Some citizens believe the City Council made a huge mistake on Monday night. Only time will tell.
However, political courage is an especially hard commodity to come by when seemingly powerful people have promised to end your political career if you don’t do exactly what they say. Remember, it’s not how things begin that matters as much as how they end. None of us are perfect, but we are all duty bound to follow our conscience and do what we believe is right.
It took more than a little bit of political courage for the Liberty Hill City Council to approve a three-year contract for the City Manager in a split 2-2 vote Monday night with Mayor Michele “Mike” Murphy breaking the tie.
Monday’s vote on Manuel De La Rosa’s contract came after several weeks of no action being taken. In fact, outside pressure to oust him from the job has been mounting over the past few months. Some local business owners have openly called for his departure. Some believe De La Rosa has moved too fast with changes to the rules inside the city. Others have gone so far as to allege that his enforcement of city policies and rules are hurting local businesses and stopping economic growth. De La Rosa may have friends, but if so, they have remained largely silent.
For a small town, the political pressure has turned heads. Copies of threatening emails are sailing around the community. We’ve seen resignations, absences from council meetings, and tardiness that turned into absence that stopped the Council from being able to act on the issue. We’ve heard reports of possible illegal meetings with special interest groups. We’ve seen one council member publicly switch from yes to no, and back to yes again.
Did the Council do the right thing by giving a three- year contract to a city manager? Who knows? That’s a question for the future to answer.
The Council did, however, do the right thing by doing something. At least they broke the gridlock and fear of reprisal by simply standing up and doing what they thought was right.
Everyone loses when an elected governmental body tries to exist by cowering in the corner and allowing special interests to dictate by edict how things are to be. In a democracy, the loudest and wealthiest always have a voice, but they shouldn’t have the final word regardless of how much skin they claim to have in the game.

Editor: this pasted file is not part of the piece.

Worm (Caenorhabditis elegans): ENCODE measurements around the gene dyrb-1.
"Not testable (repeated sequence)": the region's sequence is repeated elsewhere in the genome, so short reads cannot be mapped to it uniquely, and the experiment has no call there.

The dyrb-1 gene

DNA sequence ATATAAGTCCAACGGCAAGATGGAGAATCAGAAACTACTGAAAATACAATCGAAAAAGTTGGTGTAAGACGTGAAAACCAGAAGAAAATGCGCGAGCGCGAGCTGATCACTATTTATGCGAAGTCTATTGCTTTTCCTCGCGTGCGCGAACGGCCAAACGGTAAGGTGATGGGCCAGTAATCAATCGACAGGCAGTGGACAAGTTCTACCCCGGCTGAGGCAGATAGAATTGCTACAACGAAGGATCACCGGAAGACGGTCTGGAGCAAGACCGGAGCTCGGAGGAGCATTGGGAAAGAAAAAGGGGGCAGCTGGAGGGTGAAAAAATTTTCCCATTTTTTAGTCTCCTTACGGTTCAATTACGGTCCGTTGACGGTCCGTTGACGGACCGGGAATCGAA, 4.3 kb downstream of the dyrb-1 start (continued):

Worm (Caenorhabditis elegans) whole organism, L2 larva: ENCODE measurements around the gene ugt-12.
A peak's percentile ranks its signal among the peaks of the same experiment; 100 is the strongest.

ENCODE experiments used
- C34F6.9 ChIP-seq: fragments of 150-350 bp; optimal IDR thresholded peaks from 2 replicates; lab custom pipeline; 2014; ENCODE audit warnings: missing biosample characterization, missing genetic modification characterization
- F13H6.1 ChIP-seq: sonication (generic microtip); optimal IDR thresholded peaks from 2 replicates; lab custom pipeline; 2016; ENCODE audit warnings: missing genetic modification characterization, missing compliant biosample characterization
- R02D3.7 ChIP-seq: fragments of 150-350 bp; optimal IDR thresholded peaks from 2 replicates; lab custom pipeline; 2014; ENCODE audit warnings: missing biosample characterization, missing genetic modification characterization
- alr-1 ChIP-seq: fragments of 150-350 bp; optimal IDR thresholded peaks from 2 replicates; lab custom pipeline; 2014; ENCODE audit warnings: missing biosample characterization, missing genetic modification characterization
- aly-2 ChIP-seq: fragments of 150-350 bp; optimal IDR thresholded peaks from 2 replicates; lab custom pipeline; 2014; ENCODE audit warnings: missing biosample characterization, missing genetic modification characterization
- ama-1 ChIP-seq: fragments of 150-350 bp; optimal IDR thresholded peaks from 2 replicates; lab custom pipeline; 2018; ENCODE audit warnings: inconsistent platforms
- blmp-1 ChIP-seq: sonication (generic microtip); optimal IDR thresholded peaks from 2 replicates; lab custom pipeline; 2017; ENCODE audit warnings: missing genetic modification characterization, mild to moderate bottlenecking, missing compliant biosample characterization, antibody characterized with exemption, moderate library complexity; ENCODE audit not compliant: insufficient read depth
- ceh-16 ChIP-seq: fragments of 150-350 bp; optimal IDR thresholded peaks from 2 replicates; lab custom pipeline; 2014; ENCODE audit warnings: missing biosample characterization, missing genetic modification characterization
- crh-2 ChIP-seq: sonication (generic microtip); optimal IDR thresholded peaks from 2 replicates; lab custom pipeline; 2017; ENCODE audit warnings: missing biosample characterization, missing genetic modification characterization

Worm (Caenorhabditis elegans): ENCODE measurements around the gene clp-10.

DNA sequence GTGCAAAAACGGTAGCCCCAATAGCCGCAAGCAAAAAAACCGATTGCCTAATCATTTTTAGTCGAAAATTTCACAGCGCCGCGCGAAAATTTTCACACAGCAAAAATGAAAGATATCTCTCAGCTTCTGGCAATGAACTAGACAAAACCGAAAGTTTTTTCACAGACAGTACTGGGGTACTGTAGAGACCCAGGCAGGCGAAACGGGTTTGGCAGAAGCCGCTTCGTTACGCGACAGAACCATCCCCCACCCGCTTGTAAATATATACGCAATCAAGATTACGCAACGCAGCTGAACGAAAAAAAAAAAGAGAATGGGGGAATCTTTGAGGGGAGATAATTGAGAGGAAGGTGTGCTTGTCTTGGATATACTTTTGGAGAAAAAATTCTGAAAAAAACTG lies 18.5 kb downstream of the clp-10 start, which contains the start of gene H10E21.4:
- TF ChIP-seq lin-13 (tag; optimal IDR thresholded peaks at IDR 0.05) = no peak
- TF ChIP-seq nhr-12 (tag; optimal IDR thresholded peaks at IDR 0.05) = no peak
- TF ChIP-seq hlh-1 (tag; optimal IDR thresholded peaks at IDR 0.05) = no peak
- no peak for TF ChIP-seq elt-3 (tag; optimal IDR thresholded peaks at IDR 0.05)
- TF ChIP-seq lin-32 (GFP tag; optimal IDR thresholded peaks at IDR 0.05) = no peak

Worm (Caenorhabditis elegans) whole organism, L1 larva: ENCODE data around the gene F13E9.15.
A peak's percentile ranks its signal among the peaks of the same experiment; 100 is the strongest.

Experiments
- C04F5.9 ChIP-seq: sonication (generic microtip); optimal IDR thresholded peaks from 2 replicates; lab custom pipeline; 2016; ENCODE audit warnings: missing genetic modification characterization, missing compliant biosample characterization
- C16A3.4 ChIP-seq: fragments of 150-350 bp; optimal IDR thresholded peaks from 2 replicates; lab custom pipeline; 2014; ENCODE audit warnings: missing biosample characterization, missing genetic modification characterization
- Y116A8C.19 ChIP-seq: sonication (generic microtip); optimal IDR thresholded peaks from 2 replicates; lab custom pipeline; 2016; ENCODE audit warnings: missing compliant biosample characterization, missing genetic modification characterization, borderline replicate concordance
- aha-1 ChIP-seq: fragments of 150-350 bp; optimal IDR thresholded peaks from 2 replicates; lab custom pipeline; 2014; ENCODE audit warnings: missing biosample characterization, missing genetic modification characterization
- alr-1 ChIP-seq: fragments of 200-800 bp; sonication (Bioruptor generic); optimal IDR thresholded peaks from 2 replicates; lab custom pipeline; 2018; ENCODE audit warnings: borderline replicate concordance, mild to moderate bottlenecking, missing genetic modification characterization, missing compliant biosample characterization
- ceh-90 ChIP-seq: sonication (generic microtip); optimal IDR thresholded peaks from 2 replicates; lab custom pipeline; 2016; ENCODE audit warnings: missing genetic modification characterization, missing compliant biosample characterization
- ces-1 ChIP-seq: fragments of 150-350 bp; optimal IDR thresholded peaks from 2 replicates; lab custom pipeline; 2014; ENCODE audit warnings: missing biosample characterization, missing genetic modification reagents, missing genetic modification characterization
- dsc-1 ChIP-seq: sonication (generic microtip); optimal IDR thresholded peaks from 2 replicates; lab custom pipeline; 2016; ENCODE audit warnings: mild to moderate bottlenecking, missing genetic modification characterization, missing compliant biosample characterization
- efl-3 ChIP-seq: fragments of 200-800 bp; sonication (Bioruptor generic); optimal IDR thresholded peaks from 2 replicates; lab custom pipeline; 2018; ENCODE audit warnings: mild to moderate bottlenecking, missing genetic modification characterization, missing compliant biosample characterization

Nobody likes city managers, undertakers, home plate umpires, IRS agents or parking meter readers—unless they are doing exactly what we want them to do.
That’s the way it’s supposed to be. City managers take direction from the politicians, do the things those elected officials would never do, take the heat for the decisions they are instructed to make and serve in solitude. Somebody has to be the bad guy and they get paid to do the job. City managers lay down the rules that nobody likes, give cover to the politicians and accept the blame when things aren’t popular, and give away the credit to others when things are going well. Their favorability ratings are low and their shelf life is short. But don’t weep for them because they are trained to keep one eye on the future and the other on the door.
What matters is the Council finally stood up and voted to do something. The majority believed that having a city manager with a three-year contract would be a good thing for the stability and future of the city. A majority of the Council took this action in spite of incredible political pressure and publicly reported threats against their future in elected office.
How will it all turn out? Well, that story is yet to be written because the voters get to decide what to do next in the municipal elections on May 12.